“I never saw fool yet that thought himself other than wise.”

“Many a man buyeth hell with so much pain, that he might have heaven with less than the one half.”

Some of these quotes are statements you may see embedded on the marvelous set designed by Eric Fielding. I’m writing this as dress rehearsals are beginning, and let me tell you: It’s almost chilling to see Bolt’s play come to life out on an stage informed by More’s own words.



Duerden, Richard. “A Man for All Seasons.” Telephone interview. 31 Jan. 2014.

“Sir Thomas More Quotes and Quotations.” Sir Thomas More Quotes and Quotations. Luminarium. N.p., n.d. Web. 11 Nov. 2013.

On Doing Cool Things Just to Be Cool

Everyone wants to be cool.

By Adam White, dramaturg

I want to step aside from the history of A Man for All Seasons this week to more closely examine a very important part of the dramaturg’s tool kit: the lobby display.

The dramaturg’s lobby display — at least from what I’ve heard from my most recent collaborators — has a pretty bad rap. Specifically, I’ve heard that the dramaturg’s lobby display far too often strays into being, well, a little too high-school-book-report. Too many poster boards, too much rubber cement, and way too many crafts.

Not to say that the dramaturg can’t make a lobby display using the materials found at the local Hobby Lobby, but maybe this general sense of dissatisfaction with the dramaturg’s lobby display needs to be more closely examined. After all, what good is a lobby display if it just conjures up feelings of ‘meh’ in the audience? Or worse, what if the lobby display is just so tacky that audience members literally grimace as they walk by? (We’ve all done it. Don’t deny it.)

In putting together the lobby display for A Man for All Seasons, I’ve thought about the question of what makes a good lobby display a lot, and the problems one might run into in creating a good lobby display. Not wanting to go the ‘book report route,’ the biggest hurdle that I’ve ran across as dramaturg is being ambitious without direction, or wanting to do cool things just to be cool.

I recently ran into this one in designing the lobby display for A Man for All Seasons. BYU’s dramaturgs have been wanting to do a digital lobby display for quite some time, and with this production we had a director who was willing to try it out. My initial concept, then, was to hook up an iPad to a monitor so that the lobby display would be this system where people could pick clips of interviews with the cast to watch using an iPad interface that they could then watch on the monitor. Elementary, simple (in theory), and somewhat novel for a lobby display, right?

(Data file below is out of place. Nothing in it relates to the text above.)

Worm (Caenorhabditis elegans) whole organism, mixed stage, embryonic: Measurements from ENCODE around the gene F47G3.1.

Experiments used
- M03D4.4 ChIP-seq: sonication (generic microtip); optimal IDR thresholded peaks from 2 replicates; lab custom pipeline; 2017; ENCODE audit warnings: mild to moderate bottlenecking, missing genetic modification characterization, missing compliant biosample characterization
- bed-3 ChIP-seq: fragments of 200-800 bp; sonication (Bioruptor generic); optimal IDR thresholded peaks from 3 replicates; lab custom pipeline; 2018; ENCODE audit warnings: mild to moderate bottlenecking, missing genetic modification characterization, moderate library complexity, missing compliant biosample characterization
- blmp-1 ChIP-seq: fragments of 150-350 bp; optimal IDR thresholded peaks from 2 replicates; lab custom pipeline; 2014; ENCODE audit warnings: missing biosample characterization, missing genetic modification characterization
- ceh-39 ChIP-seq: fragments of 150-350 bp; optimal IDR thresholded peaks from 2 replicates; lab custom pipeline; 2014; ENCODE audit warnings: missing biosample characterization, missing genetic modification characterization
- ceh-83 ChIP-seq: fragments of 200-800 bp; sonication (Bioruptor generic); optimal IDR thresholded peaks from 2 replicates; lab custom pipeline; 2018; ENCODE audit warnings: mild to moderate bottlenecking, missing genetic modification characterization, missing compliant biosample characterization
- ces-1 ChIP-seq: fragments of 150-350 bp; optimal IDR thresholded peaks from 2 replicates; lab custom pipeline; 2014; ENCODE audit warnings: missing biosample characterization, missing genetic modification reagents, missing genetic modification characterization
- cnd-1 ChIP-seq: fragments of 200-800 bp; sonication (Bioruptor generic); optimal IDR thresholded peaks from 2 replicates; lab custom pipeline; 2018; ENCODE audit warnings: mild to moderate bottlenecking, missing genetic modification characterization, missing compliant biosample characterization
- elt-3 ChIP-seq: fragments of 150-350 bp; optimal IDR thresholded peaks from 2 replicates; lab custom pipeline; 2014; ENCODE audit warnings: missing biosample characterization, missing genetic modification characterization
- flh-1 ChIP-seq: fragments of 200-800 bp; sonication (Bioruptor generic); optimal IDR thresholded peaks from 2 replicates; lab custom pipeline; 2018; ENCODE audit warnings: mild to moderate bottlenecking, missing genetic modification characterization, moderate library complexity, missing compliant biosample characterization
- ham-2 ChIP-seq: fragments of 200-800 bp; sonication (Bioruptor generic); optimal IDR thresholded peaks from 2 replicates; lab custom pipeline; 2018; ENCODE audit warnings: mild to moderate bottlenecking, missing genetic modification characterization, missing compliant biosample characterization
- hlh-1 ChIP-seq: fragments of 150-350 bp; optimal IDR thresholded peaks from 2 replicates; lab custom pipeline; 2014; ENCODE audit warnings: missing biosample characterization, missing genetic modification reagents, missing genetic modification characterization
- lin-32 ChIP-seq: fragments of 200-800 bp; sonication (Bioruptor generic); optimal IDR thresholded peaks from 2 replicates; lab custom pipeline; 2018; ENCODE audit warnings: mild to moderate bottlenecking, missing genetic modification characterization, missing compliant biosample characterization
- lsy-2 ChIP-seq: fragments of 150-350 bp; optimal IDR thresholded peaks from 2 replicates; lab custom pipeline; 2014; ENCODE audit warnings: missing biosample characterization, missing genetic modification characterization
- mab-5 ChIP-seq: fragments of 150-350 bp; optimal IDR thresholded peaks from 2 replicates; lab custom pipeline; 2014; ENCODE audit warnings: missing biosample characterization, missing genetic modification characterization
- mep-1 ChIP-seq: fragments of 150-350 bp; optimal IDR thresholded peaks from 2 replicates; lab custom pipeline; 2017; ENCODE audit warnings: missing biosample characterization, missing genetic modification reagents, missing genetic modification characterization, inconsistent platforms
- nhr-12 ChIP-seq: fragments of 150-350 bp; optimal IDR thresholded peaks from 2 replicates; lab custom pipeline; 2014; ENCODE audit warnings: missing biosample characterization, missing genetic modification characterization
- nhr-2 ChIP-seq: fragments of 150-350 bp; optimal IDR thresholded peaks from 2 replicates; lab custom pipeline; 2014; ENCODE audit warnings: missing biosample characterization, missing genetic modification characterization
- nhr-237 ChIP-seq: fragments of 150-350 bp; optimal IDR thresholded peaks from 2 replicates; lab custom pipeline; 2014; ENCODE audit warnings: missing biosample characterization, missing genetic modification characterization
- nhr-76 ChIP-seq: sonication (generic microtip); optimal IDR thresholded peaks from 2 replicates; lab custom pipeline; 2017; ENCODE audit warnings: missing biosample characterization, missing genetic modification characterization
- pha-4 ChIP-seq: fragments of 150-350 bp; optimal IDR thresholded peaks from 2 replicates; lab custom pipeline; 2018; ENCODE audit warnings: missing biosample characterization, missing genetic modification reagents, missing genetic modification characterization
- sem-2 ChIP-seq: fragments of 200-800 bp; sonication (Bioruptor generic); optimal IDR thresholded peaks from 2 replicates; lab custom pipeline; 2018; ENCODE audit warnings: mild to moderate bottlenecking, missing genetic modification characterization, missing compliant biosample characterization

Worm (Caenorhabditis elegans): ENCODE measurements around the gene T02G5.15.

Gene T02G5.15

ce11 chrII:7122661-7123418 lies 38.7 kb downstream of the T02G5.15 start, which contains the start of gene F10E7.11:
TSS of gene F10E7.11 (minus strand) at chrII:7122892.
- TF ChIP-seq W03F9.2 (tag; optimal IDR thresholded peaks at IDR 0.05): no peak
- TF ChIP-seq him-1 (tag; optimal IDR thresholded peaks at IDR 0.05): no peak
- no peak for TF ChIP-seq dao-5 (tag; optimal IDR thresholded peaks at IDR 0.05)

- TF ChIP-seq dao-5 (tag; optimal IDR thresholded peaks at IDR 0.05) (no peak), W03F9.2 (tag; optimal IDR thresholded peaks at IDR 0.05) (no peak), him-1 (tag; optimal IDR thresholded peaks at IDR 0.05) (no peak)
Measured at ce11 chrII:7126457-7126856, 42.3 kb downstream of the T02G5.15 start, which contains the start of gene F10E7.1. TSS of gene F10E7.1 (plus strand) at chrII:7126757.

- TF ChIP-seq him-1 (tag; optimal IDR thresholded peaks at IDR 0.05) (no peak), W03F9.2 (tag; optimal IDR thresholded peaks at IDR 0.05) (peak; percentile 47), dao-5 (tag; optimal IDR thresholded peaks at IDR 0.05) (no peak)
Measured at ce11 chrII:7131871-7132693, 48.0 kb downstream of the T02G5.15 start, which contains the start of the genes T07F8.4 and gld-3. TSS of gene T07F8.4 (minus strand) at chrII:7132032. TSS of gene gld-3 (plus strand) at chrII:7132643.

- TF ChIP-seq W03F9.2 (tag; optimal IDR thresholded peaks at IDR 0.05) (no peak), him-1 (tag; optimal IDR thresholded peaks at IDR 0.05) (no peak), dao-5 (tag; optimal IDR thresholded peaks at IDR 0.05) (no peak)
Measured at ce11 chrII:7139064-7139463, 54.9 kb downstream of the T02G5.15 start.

Well, not so fast. Creating this lobby display and being really jazzed about it was going along swimmingly until I met with a faculty member who was willing to help me find the technology I needed to execute the initial lobby display plan. I pitched the idea to him and he wasn’t as jazzed as I was. In fact, he just had one question for me: “Why?”

And I honestly didn’t have an answer for that, other than that I wanted my lobby display to not look like a book report. I also really didn’t think that was a problem until he asked the question.

I’ve since created reasons for why I want a digital lobby display for A Man for All Seasons. It fits well with the play’s thematic elements and concepts, and I’ve articulated the story I want the lobby display to tell to myself and my collaborators. If it all comes together right, it will enhance the production, and that is what my lobby display should have been doing all along.

Just as thinking too small for the lobby display or having an afterthought lobby display can harm a production’s value, so can being innovative without purpose. In my opinion, my job as a dramaturg is to enhance a production, to only tell stories or share thoughts that prop up the story the production team and the actors have weaved together.

Hopefully, us dramaturgs can move elevate our craft locally so that lobby display don’t inspire ‘meh’ in our audience members. The best direction to move in is asking that question, ‘What does our story need?’ and let that shape the lobby display.

And it if we end up with a poster board when it’s all said and done, well, maybe that’s okay.

Maybe we should save it for the science projects.




Flipping the Definition of Conscience: ‘Capital-I’ vs. Community

by Adam White, dramaturg

It is fascinating how a history can morph over time! Depending on the information available and who’s telling the story, history’s facts can be rearranged, modified or even disappear. There are many sites where this phenomena may be examined, but the one most pertinent to those of us working on this production of A Man for All Seasons is the difference between that way that Bolt’s Thomas More feels ‘conscience’ and how Thomas More the man understood the term.